But much of what passes for quality care these days is not quality care at all, and even medical and healthcare experts can sometimes have trouble determining where better care can be found.
Ideally, the added outlays for quality mental-health care will be more than offset by savings in such costs as absenteeism, recruitment and training, reduced productivity, presenteeism, faster return-to-work and other expenses. And from the employees' perspective, the desired outcome of mental healthcare is accurate identification of the problem, appropriate treatment and, ideally, resolution of the problem.
Barriers to quality mental healthcare are the wrong way to reduce costs!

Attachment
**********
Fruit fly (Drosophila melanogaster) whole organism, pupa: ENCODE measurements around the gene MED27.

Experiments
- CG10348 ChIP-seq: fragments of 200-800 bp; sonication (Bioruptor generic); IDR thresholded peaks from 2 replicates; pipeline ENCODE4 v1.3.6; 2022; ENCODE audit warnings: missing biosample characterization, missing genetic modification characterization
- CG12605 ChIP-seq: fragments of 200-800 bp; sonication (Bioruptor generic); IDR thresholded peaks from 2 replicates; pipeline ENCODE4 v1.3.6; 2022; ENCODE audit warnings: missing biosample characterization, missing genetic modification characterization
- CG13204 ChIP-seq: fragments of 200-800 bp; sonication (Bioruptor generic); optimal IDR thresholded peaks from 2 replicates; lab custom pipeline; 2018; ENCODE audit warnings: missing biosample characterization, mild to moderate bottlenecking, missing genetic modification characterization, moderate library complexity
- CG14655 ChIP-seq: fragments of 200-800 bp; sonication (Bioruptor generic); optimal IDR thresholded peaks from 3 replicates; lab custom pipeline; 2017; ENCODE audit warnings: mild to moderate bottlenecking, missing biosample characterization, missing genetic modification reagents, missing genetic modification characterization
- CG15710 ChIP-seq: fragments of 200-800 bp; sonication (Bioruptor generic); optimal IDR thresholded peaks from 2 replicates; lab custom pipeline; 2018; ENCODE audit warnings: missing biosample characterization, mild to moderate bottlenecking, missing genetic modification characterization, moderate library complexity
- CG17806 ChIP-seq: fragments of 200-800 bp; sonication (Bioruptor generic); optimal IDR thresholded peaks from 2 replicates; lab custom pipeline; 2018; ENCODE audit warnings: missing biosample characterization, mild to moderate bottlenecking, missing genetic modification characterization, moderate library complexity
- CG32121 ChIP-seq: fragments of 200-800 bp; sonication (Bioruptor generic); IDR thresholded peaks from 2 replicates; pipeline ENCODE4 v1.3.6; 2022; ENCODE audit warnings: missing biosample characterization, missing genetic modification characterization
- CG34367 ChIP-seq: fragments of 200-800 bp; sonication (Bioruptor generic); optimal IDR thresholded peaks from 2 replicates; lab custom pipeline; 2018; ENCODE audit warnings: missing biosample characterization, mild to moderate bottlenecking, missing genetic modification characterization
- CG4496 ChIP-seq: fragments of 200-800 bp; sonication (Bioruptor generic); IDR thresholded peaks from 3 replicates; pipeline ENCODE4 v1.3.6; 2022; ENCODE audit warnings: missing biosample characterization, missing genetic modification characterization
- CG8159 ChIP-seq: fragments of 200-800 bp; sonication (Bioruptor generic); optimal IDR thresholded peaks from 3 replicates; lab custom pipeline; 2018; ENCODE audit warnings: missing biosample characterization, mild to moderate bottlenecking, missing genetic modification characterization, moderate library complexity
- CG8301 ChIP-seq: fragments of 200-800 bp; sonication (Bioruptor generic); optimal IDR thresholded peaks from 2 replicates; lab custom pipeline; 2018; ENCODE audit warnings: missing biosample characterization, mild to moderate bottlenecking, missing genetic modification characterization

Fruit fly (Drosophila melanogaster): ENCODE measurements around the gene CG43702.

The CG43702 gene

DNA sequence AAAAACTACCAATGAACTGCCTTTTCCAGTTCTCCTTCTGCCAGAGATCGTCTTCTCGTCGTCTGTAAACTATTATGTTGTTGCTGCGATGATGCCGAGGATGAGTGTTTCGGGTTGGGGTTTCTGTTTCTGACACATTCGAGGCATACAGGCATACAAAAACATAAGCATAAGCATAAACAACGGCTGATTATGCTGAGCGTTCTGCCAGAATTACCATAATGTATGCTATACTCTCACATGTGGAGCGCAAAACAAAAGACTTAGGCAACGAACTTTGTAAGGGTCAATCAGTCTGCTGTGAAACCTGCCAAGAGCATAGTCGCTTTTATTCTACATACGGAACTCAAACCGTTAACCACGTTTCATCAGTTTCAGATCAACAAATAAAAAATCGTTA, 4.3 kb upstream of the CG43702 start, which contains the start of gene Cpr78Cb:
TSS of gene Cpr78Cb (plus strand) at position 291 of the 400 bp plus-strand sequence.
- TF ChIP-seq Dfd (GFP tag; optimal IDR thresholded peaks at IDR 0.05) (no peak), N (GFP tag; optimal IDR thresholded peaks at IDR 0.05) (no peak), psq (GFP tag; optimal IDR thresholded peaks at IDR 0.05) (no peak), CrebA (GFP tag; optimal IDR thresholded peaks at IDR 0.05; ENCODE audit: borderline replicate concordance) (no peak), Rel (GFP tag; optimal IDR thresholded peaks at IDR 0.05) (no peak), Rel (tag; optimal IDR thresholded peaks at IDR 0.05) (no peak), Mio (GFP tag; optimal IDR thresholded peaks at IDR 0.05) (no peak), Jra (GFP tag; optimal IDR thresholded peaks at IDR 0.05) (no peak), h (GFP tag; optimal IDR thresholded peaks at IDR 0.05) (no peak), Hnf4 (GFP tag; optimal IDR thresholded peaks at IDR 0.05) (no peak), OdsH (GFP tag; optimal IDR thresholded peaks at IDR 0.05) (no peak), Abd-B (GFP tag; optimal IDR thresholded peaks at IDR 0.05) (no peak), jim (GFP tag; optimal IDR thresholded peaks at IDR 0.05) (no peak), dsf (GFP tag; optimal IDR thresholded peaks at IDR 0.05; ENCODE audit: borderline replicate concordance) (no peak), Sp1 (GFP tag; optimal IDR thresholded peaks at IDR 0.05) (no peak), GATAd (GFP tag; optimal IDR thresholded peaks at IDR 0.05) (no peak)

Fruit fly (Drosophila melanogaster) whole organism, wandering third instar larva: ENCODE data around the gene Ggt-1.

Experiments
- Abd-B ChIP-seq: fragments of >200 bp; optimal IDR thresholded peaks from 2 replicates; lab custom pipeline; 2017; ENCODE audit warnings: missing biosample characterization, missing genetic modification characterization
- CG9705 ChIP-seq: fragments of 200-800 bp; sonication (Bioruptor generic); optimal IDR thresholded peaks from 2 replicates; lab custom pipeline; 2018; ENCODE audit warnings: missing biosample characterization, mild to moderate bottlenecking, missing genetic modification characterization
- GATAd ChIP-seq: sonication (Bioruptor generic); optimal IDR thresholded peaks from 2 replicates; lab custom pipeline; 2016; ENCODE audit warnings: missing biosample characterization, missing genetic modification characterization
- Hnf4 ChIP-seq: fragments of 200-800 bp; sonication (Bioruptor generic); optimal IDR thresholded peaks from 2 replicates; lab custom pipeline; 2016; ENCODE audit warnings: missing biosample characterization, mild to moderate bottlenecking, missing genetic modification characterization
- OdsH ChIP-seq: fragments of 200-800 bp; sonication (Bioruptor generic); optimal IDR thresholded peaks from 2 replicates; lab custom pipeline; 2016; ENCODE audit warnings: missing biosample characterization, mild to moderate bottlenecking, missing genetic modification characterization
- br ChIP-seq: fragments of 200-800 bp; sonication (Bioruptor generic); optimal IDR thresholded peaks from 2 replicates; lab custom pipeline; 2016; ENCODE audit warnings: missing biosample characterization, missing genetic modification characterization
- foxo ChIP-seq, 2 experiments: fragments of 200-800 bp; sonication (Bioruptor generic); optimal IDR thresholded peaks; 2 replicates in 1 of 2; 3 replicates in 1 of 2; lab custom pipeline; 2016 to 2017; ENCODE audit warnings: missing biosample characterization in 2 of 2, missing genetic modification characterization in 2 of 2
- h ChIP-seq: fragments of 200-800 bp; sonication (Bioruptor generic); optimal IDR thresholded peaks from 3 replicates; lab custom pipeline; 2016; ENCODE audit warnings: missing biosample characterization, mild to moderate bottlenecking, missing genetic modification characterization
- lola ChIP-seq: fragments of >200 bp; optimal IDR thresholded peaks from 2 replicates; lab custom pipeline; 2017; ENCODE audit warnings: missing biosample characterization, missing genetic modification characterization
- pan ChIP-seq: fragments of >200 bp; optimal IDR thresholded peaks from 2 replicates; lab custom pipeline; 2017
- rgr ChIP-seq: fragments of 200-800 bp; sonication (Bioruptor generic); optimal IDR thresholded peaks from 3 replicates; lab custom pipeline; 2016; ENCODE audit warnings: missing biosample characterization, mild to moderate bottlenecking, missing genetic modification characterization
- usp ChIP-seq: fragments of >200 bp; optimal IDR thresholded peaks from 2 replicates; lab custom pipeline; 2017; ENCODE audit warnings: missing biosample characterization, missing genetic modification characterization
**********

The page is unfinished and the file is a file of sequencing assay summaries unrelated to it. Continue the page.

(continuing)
Many people don't realize that psychiatric medication and psychotherapy are not replacements for one another. They work very well together, but they do different things. Most antidepressant prescriptions are written by primary-care doctors who don't offer real psychotherapy to go with them.
And they don't always have a precise and complete diagnosis. For example, "depression" is often an anxiety disorder -- a panic disorder, in particular.
Treatments differ for anxiety disorders and depression, and at least some psychotherapy is an important part of the mix.
Get it Right the First Time
So, quality care begins at the beginning, and most important is the initial clinical evaluation. When people have significant emotional suffering, there are usually multiple causes ("over-determined," as we psychiatrists say), and the central factor is usually not the most obvious one.